Related to clinical symptoms a decreased microstate class

Related to clinical symptoms, a decreased microstate class D duration was observed while schizophrenia patients were self-reporting auditory hallucinations (Kindler et al., 2011), and another study reports negative correlations of microstate class D duration with positive, paranoid symptoms (Koenig et al., 1999). These findings led to the proposal that microstate class D might not reflect specific symptoms per se but that it rather subserves a protective function when present for a sufficient duration as precocious termination of this state was observed while patients were experiencing positive symptoms (Kindler et al., 2011).
We also found increased class C microstate occurrence, mean duration, time anti fungal coverage and GEV in patients with schizophrenia, which has also been reported in some of the previous papers on microstates in schizophrenia (Kikuchi et al., 2007; Lehmann et al., 2005; Nishida et al., 2013). The increased class C duration in both schizophrenia patients and 22q11DS adolescents with respect to age-matched controls could explain the increased risk of 22q11DS adolescents to develop schizophrenia. The class C microstate was related to the salience RSN, a network comprised of core activations in the bilateral insula and the anterior cingulate cortex (Britz et al., 2010). Auditory task activations of the anterior cingulate followed by a downstream reduction of auditory activity in 22q11DS seem to suggest a deficit of salience processing in this population (Rihs et al., 2013). Functionally, the salience RSN was shown to be involved in the detection and orientation towards relevant internal and external stimuli (Menon, 2011). Numerous functional and structural studies reported salience dysfunctions in schizophrenia and a recent model is proposing the important role of the salience RSN in recruiting networks crucial for optimal information processing (Menon, 2011; Palaniyappan and Liddle, 2012). Hence, the salience network dysfunction would be responsible for the emergence of psychotic symptoms, such as active auditory hallucinations, which were associated with increased activation in nodes of the SN (Jardri et al., 2011; Palaniyappan and Liddle, 2012). The results of our study are in line with this model since we observe deviances in resting activity of two microstate anti fungal associated with the salience and the CEN RSNs both in the schizophrenia as well in the ultra-high-risk 22q11DS group.
Our fractal analysis investigated the long-range temporal dependencies of EEG microstates. The index of fractality, the Hurst exponent, is not linked to a specific microstate class, but depends on the interactions between all four of them. A previous study on healthy controls showed that the Hurst exponent does not significantly differ across healthy individuals (Van de Ville et al., 2010). Here, we replicated the same result for our controls, but found significant differences of the Hurst exponents within the patient groups. These differences suggest that disturbances in the temporal dynamics of microstates are reflected by significant differences of Hurst exponent in both the 22q11DS and schizophrenia patients. Importantly, this result suggests that the efficiency of the global dynamics of EEG microstates was preserved and could point to a compensatory mechanism between the class C and D microstates. Thus, the deviant temporal dynamics of EEG microstates in clinical populations could explain differences in information processing strategies, while a disruption of the long range dependency of the resting state dynamics would only occur in more pronounced alterations of the functional activity such as during unconscious states.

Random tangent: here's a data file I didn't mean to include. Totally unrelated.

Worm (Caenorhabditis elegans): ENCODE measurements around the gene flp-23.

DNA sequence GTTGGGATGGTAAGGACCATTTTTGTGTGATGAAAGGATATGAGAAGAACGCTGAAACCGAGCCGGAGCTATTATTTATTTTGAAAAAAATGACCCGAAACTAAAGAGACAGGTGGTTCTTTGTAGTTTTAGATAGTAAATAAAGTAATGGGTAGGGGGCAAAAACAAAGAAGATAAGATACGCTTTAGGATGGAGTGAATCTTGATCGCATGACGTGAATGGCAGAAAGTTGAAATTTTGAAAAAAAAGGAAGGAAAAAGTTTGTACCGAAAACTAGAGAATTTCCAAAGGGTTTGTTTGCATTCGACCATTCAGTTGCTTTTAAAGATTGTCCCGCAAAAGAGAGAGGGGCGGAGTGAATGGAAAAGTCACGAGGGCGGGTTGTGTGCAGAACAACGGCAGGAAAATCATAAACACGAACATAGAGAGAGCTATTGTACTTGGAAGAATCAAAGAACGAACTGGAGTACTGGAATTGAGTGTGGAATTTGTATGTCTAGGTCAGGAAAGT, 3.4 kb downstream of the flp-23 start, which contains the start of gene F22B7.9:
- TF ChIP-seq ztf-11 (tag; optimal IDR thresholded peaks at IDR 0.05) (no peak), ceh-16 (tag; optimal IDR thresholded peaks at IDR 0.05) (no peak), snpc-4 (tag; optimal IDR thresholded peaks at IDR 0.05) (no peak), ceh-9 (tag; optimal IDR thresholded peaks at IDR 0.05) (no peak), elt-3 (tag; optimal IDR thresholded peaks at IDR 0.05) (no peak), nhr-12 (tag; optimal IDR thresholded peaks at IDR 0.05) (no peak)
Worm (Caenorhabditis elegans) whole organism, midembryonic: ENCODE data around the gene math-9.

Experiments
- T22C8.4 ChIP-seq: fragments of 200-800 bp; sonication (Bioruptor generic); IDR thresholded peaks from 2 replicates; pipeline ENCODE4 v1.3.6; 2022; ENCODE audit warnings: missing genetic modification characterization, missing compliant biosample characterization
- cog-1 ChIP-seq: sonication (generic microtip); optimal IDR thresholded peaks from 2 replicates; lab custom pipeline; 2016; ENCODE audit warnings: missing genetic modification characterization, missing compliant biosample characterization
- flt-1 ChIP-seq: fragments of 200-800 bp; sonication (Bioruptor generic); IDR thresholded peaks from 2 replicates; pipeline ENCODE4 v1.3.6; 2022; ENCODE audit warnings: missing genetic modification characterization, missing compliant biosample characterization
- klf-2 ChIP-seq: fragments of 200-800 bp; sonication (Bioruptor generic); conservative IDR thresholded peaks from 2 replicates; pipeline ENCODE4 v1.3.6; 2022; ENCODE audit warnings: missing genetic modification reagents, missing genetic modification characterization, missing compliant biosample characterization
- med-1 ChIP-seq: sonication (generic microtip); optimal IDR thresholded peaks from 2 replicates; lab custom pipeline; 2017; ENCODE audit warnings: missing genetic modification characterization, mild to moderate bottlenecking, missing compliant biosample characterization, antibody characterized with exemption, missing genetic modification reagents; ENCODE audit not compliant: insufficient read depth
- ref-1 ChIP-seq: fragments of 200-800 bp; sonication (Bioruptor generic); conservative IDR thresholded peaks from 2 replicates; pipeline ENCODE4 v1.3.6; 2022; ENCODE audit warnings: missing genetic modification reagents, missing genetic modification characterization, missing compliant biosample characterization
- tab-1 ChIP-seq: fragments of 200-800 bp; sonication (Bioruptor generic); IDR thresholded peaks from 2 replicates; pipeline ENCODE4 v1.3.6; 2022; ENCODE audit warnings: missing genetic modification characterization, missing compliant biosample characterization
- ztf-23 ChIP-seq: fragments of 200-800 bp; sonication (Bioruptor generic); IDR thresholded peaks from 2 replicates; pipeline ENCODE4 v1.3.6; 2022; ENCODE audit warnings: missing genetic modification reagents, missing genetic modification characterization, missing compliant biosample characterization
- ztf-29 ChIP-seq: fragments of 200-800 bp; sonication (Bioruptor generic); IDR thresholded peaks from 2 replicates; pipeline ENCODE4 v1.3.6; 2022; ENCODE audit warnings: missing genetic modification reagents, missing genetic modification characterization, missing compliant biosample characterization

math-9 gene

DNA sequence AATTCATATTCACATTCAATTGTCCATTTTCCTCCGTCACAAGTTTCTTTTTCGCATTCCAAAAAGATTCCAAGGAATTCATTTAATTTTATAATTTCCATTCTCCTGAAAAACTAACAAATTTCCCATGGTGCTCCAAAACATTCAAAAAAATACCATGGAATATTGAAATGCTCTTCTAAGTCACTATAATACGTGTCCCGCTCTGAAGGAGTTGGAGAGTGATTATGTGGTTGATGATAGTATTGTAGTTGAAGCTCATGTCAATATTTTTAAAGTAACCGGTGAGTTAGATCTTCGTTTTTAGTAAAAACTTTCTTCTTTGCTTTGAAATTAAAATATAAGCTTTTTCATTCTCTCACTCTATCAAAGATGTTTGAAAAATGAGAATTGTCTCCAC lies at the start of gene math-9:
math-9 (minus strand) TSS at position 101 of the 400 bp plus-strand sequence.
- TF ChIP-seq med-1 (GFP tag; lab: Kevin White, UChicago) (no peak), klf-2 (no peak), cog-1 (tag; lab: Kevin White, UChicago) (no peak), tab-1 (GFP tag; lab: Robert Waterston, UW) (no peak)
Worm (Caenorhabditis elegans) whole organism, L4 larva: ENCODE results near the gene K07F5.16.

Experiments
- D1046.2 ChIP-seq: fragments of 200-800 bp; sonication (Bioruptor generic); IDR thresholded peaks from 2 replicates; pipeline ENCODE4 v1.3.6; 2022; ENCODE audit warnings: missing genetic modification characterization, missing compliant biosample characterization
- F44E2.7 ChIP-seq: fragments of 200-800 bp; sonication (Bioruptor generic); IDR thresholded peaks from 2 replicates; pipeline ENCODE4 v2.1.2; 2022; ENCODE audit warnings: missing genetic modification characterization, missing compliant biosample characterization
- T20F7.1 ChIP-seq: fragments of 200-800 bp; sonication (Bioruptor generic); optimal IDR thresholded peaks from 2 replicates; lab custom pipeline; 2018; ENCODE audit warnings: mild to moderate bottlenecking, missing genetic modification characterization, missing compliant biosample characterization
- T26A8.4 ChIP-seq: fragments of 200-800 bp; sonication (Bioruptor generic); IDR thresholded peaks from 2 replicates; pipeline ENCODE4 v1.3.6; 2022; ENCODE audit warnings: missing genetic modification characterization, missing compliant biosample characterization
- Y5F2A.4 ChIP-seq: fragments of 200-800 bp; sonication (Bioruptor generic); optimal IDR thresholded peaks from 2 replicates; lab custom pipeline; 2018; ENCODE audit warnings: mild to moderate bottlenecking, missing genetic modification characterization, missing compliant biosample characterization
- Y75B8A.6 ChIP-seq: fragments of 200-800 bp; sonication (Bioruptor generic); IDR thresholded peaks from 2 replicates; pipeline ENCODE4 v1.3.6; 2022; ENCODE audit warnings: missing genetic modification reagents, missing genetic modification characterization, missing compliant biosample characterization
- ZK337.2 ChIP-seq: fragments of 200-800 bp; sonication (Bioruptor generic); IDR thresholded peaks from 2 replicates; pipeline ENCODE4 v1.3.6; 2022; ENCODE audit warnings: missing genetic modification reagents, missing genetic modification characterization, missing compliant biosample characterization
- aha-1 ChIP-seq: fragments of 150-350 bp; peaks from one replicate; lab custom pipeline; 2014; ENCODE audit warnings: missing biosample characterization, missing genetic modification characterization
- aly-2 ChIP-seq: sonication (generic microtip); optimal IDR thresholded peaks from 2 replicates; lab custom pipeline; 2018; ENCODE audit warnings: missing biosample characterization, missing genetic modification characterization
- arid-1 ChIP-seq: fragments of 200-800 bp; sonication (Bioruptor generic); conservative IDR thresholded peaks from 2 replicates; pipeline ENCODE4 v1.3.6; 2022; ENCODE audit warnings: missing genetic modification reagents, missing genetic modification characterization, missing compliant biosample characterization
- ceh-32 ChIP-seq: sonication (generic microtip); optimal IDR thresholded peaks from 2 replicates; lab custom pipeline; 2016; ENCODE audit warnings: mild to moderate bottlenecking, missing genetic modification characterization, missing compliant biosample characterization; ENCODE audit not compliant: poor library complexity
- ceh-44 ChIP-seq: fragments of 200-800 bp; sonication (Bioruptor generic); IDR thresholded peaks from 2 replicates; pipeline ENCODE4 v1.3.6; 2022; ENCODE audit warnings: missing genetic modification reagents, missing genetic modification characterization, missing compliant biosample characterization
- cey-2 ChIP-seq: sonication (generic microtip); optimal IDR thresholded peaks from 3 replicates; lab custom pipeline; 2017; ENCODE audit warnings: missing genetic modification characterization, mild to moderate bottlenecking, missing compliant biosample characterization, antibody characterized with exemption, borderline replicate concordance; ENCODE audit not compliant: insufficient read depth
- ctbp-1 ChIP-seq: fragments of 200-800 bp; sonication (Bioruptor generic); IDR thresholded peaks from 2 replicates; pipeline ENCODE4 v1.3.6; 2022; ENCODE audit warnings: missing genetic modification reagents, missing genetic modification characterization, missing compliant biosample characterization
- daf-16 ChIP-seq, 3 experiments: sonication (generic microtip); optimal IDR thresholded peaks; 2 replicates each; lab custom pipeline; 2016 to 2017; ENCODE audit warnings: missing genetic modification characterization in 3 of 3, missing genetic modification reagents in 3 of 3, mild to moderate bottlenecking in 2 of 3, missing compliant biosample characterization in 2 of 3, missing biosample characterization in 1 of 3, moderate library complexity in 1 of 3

Moreover, the results of the syntax analysis suggest that in schizophrenia patients the increased class C duration is probably explained by the significant transitions from all other classes towards the class C microstate, while in healthy adults there is a significant transition pattern from all other classes towards class D (see Fig. 2.3 and 2.4). Another study reported more transitions in individuals with schizophrenia from class D to class C and in reverse for the adult controls (Nishida et al., 2013). Interestingly, in the 22q11DS, we also find increased transition probabilities from class B to class C compared to adolescent controls. We could speculate that while the salience RSN is optimally recruiting the target networks in healthy adults, in schizophrenia a disconnection could be expressed by recurrent transitions towards the salience RSN in an effort to recruit the required networks. The fact that the same dynamics are observed in our ultra-high-risk population with 22q11DS could be indicative of a key mechanism in temporal network dynamics shared by 22q11DS and schizophrenia.